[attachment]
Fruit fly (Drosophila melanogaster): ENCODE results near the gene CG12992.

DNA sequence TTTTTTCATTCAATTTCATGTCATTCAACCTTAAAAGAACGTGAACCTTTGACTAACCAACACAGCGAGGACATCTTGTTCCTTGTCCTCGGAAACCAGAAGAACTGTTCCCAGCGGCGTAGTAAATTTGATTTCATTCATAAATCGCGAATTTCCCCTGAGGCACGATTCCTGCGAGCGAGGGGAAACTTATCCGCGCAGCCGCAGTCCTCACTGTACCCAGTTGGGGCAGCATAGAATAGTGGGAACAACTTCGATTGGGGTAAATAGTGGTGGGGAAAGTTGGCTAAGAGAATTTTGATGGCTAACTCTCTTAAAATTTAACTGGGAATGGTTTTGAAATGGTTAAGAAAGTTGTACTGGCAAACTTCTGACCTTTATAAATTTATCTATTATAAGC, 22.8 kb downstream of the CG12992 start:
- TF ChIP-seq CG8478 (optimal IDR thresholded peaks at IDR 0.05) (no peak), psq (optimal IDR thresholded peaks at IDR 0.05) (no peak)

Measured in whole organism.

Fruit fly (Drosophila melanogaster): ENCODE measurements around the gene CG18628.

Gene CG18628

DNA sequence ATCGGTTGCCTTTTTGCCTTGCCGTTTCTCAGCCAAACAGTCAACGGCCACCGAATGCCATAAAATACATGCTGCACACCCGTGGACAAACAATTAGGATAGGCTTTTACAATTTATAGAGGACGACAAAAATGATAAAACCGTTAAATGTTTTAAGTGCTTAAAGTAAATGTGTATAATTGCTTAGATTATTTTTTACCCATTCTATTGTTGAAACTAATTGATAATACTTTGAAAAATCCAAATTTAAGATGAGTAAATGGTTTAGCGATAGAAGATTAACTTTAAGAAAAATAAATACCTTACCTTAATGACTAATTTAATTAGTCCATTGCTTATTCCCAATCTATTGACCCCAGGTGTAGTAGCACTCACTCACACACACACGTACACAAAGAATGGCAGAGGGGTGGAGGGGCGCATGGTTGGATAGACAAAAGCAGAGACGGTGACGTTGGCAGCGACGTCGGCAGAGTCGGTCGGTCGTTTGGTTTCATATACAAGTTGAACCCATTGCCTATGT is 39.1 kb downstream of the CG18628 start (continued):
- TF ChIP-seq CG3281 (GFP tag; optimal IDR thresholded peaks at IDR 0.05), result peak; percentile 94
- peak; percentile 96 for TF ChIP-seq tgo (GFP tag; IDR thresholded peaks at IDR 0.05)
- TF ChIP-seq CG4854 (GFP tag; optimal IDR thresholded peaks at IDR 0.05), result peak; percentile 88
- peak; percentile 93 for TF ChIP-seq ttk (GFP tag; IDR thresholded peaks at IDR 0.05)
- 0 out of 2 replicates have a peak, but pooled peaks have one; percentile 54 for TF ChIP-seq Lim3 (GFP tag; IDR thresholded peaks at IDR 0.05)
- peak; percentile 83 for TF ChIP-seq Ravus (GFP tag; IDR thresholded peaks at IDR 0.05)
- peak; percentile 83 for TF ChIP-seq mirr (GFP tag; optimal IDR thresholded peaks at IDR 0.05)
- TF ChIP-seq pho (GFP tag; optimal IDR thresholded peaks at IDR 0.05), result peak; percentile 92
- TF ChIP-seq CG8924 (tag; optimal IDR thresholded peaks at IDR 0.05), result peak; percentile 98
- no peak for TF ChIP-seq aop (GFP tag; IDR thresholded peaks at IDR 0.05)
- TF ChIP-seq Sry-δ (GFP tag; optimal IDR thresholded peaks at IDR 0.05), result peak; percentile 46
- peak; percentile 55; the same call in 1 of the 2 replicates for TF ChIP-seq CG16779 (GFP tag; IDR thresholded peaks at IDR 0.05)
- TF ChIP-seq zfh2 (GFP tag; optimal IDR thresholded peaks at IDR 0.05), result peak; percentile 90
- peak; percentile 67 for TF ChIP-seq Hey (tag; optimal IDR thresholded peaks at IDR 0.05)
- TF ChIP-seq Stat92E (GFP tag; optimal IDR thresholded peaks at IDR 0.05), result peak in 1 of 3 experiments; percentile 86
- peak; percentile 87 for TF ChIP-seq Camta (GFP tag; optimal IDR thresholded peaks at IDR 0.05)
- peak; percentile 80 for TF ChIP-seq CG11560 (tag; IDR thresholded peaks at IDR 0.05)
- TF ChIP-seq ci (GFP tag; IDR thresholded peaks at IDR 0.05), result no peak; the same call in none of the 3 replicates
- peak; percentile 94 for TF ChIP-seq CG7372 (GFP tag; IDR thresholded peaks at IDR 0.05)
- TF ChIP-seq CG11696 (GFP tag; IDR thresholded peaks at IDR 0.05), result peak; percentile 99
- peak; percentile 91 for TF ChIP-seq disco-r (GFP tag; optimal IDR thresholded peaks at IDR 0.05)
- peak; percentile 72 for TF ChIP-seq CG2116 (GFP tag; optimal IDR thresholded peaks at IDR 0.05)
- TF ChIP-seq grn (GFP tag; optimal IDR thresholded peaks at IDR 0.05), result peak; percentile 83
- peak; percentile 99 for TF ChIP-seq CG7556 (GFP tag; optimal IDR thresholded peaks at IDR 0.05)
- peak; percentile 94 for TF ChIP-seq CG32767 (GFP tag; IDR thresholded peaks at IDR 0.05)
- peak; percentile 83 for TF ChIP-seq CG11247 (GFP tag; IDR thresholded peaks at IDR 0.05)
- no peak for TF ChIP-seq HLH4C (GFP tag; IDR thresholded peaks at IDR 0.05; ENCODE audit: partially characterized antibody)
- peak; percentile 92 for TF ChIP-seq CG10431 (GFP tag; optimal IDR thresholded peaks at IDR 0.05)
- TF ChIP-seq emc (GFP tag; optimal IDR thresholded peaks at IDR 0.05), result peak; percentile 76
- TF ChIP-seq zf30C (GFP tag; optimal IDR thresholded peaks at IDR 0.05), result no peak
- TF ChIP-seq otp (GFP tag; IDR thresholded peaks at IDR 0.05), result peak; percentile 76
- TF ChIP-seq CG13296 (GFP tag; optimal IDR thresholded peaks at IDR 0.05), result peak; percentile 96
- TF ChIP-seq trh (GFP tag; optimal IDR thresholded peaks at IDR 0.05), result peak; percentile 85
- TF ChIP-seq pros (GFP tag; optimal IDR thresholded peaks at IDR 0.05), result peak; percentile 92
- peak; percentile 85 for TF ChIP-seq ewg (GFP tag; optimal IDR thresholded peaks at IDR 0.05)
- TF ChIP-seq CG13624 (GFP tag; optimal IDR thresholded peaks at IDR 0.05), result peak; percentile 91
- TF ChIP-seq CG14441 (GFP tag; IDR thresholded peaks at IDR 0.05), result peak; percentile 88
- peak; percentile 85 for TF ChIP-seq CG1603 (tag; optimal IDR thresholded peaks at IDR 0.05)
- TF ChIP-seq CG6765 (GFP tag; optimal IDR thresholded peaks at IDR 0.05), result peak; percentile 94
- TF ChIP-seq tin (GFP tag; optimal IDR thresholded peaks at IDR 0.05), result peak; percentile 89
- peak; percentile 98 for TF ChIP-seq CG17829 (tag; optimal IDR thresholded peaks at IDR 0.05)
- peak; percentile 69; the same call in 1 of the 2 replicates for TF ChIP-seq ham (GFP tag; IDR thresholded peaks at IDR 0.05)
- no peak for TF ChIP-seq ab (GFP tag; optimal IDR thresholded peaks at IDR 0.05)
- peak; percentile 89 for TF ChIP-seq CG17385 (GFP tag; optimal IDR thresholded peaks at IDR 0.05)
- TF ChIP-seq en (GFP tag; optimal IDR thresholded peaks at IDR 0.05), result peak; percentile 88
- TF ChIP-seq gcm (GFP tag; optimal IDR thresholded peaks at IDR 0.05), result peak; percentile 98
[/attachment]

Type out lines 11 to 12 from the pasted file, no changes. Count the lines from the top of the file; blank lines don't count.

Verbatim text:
- peak; percentile 93 for TF ChIP-seq ttk (GFP tag; IDR thresholded peaks at IDR 0.05)
- 0 out of 2 replicates have a peak, but pooled peaks have one; percentile 54 for TF ChIP-seq Lim3 (GFP tag; IDR thresholded peaks at IDR 0.05)